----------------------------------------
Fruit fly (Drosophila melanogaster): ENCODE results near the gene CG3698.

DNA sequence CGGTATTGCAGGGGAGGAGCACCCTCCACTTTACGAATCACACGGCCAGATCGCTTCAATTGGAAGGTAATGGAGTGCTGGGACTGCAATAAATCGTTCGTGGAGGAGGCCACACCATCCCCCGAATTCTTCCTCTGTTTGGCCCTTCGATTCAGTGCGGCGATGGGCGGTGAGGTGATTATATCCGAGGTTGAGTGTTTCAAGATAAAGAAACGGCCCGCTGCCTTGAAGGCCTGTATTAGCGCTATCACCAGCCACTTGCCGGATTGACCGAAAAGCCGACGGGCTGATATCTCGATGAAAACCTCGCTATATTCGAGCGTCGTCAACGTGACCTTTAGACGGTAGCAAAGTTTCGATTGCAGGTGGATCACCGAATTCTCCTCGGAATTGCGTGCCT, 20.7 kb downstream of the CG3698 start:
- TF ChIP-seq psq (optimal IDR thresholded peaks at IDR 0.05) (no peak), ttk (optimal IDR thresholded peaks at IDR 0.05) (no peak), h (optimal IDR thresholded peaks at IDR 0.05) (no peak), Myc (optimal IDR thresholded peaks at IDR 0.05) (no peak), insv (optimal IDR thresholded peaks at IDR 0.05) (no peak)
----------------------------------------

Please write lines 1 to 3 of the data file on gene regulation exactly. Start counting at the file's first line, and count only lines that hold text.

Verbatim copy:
Fruit fly (Drosophila melanogaster): ENCODE results near the gene CG3698.

DNA sequence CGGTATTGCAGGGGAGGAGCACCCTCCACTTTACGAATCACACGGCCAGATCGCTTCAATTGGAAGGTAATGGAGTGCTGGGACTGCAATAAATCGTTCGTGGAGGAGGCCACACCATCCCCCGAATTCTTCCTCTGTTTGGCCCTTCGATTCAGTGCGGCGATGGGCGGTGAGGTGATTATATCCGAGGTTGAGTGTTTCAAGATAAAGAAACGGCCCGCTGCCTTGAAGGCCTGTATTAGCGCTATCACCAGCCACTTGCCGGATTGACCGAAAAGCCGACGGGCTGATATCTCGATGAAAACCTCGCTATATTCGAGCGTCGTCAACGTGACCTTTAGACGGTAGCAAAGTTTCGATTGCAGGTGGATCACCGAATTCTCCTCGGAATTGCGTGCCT, 20.7 kb downstream of the CG3698 start:
- TF ChIP-seq psq (optimal IDR thresholded peaks at IDR 0.05) (no peak), ttk (optimal IDR thresholded peaks at IDR 0.05) (no peak), h (optimal IDR thresholded peaks at IDR 0.05) (no peak), Myc (optimal IDR thresholded peaks at IDR 0.05) (no peak), insv (optimal IDR thresholded peaks at IDR 0.05) (no peak)